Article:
Sleep. We all need it but rarely do we get enough. The Mayo Clinic found that most Americans get less than seven hours of sleep per night. This may be acceptable for the average Joe who goes back and forth from his desk job day in and day out, but for someone trying to be a performance athlete in any form needs more! And I know what you’re thinking; just because I lift weights a couple days a week doesn’t make me an athlete. Well you’re wrong. It does. Enhancing your body to perform better by building muscle makes you an athlete. Instead of lifting weights to further your performance in a college football game, you are doing it to be able to chase your grandkids around or go on that weekend hike to the mountains. Regardless of what form of training you do and the purpose one aspect rains true, sleep will make you better.

The amount we all need differs. Factors ranging from age, sex, and weight to job requirements, weight training and NEAT (Non Exercise Activity Thermogenesis) play a huge roll in determining the proper amount. Dresdin Archibald, coach from Breaking Muscle, states “ Young people will usually require seven to eight hours of sleep per night for optimum performance. That is, optimum for average daily living. When that young person decides to become involved in serious athletic training, then the need for extra sleep will soon rise. It has to. The more physical activity you do, the more the muscles and nervous system will break down in the natural course of experiencing stress on the body. That rebuilding is done during sleep for most part. So naturally, the more you do, the more time it’s going to take to rebuild those systems, and the more sleep you need.”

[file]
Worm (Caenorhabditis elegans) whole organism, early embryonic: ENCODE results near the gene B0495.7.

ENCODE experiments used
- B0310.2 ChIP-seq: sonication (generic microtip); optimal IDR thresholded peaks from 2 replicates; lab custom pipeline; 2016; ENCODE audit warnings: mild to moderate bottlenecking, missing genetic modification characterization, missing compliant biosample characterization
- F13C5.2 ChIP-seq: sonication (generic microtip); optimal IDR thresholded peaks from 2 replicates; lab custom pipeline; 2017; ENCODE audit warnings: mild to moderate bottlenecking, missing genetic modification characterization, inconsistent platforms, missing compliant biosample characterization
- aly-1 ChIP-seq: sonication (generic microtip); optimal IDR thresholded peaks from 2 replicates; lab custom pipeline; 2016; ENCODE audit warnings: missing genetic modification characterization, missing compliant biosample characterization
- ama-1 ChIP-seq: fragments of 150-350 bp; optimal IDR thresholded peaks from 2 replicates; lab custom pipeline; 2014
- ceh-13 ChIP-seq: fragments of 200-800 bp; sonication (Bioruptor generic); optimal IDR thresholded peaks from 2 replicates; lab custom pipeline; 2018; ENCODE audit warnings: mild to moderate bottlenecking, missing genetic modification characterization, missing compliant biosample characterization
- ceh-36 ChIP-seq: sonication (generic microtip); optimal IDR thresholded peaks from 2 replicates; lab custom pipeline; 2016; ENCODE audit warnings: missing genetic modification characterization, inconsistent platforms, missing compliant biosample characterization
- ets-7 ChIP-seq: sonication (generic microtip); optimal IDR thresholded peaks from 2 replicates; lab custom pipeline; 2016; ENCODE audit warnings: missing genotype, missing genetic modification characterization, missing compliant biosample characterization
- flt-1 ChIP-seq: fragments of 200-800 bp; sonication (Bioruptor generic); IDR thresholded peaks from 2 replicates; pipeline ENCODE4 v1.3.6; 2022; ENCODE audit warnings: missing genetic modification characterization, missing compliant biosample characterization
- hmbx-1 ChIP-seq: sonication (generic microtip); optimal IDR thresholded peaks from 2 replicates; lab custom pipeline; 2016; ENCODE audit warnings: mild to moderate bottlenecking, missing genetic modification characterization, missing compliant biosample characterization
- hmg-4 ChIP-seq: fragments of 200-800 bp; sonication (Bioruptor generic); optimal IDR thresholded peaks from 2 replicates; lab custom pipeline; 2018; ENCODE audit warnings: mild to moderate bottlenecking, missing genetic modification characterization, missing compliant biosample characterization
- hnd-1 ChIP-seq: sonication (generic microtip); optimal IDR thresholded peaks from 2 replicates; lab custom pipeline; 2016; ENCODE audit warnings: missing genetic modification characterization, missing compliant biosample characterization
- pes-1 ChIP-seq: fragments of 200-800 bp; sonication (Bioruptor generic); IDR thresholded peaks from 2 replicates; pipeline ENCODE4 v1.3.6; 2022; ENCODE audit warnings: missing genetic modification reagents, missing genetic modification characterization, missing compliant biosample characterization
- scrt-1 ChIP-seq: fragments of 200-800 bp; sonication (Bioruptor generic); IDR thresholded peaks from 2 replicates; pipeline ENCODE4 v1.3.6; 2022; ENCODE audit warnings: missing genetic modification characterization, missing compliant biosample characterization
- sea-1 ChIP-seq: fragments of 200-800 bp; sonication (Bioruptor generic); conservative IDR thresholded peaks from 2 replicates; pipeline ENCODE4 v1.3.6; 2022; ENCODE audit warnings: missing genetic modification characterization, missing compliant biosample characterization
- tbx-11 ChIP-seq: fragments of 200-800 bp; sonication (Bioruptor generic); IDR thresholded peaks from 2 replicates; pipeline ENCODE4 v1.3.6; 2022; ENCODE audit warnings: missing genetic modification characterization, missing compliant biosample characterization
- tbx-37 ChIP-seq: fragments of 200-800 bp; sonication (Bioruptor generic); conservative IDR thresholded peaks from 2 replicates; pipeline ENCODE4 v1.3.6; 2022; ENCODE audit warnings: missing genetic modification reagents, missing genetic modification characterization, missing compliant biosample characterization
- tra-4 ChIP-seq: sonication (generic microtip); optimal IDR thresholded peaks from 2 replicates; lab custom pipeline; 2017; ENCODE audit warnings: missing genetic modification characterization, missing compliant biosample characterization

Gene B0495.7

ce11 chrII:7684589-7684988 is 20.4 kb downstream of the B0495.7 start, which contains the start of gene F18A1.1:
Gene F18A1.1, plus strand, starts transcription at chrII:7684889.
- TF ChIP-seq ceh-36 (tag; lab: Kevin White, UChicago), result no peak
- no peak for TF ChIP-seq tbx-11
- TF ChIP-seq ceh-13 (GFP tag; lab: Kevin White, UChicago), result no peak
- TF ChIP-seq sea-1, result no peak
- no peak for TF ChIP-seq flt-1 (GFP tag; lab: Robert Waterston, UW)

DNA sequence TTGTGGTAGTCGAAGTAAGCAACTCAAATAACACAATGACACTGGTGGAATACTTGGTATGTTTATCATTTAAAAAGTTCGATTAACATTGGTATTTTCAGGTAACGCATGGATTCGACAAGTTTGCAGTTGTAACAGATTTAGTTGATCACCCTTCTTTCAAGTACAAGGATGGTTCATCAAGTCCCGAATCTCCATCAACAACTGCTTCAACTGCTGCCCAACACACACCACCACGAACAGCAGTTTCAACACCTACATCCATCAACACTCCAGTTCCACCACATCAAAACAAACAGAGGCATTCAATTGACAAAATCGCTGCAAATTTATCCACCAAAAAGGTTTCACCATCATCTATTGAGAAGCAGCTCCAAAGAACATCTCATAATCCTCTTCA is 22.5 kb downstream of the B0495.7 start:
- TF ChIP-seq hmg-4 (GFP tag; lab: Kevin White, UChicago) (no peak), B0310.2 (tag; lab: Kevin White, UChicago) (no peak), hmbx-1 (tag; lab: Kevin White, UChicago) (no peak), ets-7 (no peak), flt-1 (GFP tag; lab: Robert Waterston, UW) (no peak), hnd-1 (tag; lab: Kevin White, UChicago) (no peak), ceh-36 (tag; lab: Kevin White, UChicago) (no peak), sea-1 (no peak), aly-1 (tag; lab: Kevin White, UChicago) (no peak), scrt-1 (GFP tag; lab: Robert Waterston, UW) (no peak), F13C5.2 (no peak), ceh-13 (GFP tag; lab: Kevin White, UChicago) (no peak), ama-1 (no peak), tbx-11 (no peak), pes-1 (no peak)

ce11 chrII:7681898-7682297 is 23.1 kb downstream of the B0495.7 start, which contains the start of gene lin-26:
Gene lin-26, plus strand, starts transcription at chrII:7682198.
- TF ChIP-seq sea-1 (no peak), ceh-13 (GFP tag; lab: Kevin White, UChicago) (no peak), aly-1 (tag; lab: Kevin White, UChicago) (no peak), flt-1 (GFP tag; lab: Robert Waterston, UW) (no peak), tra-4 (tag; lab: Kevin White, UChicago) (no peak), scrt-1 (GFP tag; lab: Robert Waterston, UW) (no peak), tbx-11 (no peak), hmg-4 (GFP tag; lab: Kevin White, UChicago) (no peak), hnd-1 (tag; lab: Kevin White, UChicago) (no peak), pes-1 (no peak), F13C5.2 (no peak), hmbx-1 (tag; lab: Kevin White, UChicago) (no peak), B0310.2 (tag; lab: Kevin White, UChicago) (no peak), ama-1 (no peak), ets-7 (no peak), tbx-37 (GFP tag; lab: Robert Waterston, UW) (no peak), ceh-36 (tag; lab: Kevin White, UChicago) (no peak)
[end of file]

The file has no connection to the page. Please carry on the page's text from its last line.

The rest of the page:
Another factor is quality of sleep. You may be in bed for eight hours but are you getting quality sleep? Training too late in the evening can really hinder your sleep quality. Think of yourself going for a new back squat PR around 8pm and then heading home and trying to go to sleep 2 hours later. Your body may feel worn out but your mind is still amped up from the intense adrenaline and focus you had during your training. I would try to not train within three or four hours before bed. This way your body and mind have time to settle down and relax. The events leading up to lights out play a large role as well.

Trying to calm the mind before bed is huge. I’m guilty of staying up as long as I can to finish that last episode of House Of Cards, but trying to go to sleep right after is extremely hard. It’s because you are visually stimulating your brain. Try deeming the lights and reading a book an hour before bed. It will help your eyes, brain, and body relax and welcome the cold side of the pillow. You will get into rhyme sleep a lot faster, thus recovering better and becoming ready for the next days training. 


Cody Temples

Trainer at Forge-RX